"Battle for Migingo" Part Three

by ChessBase
5/3/2014 – Migingo is one of the smallest, most densely populated pieces of real estate in the world. This small island has been a source of sabre rattling by both Kenya and Uganda, and the Nairobi Chess Club has chosen to name its matches against Uganda after this volatile battleground. The third edition was once again won by Uganda. Pictorial report by Kim Bhari.

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The "Battle for Migingo" Part Three

By Kim Bhari

It is a small rocky outpost in the middle of Africa’s largest lake. Migingo Island is in the expanse of the Lake Victoria which is surrounded by Kenya, Tanzania and Uganda.

Migingo is about half the size of a football pitch: 2,000 sqm. [Image: IngoNews]

It has a population of about 130 fishermen and fish traders [photo: Amusing Planet]

This small island has been a source of sabre rattling by both Kenya and Uganda over the past few years and hence, when the Nairobi Chess Club organised the first match in 2012 against Uganda, the name “Battle of Migingo” was chosen. The first edition was held in Nairobi, Kenya when the Ugandans triumphed 12-4. The second edition was held in Kampala, Uganda on 18th and 19th May 2013, and again the Ugandan won, this time 9-7.

In the 2014 edition Uganda’s National Chess team outwitted Nairobi Chess Club 12-4 after four grueling rounds over the weekend 8th-9th March 2014 in Nairobi, Kenya.

The venue of the event: the Goan Gymkhana Club

Overview of the playing hall

Lunch between the battle

Uganda’s team that comprised of Arthur Ssegwanyi, FM Harold Wanyama, CM Patrick Kawuma and Walter Okas had the better of their Kenyan counterparts whose Nairobi Chess Club team had Kenya’s National Champion Ben Magana, Mehul Gohil, Peter Gilruth and Brian Kidula.

Brian Kidula of the Nairobi Chess Club waiting for his opponent

The first round played on Saturday morning (8th March 2014) ended in a 2-2 draw, in the second round Uganda won 3.5-0.5, then won 3-1 in the third round and the score was 3.5-0.5 in Uganda’s favor in the last round.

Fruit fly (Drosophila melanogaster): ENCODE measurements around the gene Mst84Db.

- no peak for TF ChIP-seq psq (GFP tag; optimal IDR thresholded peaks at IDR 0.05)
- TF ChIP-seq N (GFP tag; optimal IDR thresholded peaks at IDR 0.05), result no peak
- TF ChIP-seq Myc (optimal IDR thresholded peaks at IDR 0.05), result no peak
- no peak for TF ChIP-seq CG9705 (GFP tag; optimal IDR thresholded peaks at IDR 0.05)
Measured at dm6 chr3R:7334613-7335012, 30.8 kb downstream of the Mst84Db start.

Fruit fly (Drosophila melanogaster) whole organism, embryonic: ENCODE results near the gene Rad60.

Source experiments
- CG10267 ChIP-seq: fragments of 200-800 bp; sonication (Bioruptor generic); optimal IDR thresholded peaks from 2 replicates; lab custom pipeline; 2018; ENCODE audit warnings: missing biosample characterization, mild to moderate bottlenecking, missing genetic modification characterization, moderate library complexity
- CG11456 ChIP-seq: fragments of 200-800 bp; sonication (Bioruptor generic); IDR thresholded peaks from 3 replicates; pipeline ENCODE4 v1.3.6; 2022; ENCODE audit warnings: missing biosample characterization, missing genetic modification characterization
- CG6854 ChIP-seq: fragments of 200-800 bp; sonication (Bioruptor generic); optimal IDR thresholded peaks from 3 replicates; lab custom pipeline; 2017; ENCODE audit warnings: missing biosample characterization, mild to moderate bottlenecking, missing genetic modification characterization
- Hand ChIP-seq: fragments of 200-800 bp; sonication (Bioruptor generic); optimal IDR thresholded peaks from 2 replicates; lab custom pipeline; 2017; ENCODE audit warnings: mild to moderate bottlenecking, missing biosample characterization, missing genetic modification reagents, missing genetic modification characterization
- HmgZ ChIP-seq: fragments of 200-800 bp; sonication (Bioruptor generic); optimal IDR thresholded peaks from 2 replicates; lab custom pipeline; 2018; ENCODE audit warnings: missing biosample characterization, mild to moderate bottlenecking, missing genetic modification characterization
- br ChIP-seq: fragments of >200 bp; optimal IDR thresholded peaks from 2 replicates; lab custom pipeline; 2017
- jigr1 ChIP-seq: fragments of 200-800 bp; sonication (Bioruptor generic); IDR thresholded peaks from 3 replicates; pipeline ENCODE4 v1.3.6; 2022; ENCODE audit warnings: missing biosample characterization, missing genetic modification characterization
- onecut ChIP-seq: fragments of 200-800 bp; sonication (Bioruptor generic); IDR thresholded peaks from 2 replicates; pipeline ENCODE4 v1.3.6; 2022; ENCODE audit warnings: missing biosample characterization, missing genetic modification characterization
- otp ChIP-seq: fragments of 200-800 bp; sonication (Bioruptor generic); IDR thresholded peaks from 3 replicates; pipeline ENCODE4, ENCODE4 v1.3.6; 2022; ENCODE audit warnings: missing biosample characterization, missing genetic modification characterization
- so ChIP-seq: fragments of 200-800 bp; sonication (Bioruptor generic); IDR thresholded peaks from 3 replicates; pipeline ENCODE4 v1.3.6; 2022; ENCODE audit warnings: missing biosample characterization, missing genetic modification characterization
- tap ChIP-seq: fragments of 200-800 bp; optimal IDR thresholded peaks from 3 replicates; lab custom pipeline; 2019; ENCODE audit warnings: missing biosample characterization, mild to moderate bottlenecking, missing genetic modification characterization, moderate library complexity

Ssegwanyi was the best player on the Ugandan team winning all his four games against Gilruth, Mehul, Magana and Kidula, unrated Okas also did very well winning three and only drawing one against Magana. This puts Okas who already has 8 rated games from the recent Rwabushenyi Memorial Chess Championship on course for his first international rating as the event in Kenya was also a rated tournament.

Patrick Kawuma in action

Patrick Kawuma won three and lost one to Mehul while FM Wanyama had an unusually difficult time that could cost him some valuable rating points after winning one against unrated Kidula, drawing the other with Gilruth and losing two to lower rated players in Magana and Mehul. Credit must be given to Kenya’s Gohil who showed flashes of brilliance in outwitting higher rated opposition in Kawuma (rated 2281) and Wanyama (rated 2217).

The Ugandan team returned to Kampala after successfully defending the title for the third year running. The annual event helps improve on international rating points for players in the region and fosters friendship and cooperation among the two countries.

Peter Gilruth, Vice Chairman of the Nairobi Chess Club, playing with the black pieces.
Peter, who sponsored the event, was a long term supporter of the club Aslam Adam in the UK.

The Nairobi Chess Club is the oldest club in Kenya and most probably the East African region, having been registered on 26th February 1958. It meets every Saturday afternoon at Goan Gymkhana Club, Ngara Road, Nairobi, Kenya from 2pm.

It has over the past few years been actively promoting chess and in 2012 brought GM Dimitri Reinderman of Holland to Kenya.

Sights of Nairobi and Kenya

The 2013 Nairobi Chess Club Championship

Chess tournament organized by the Chess Players of Kenya Association ChessPAK

Chess in City Park, action during a normal club day

Gary Kasparov at the famous Sikh Union Club, Nairobi,
famous for its great hockey players in the 1960/1970s

The famous MacMillian Library, established in 1931, is one of the oldest and largest libraries in Nairobi. Located in the city centre the building is finished in Nairobi blue stone, with a front entrance marked by classic large pillars and stone lion sculptures. The Library, which houses an extensive Africana section, as well as rare first edition books and works of art, serves an average of 1,000 users per day.

Elephants in Masai Mara National Reserve, which is located west of the capital Nairobi

Masai Mara belongs to the Maasai people and is one of the most popular reserves in Africa

Report and photos by Kim Bhari, Chairman of Nairobi Chess Club & Warren Pollock

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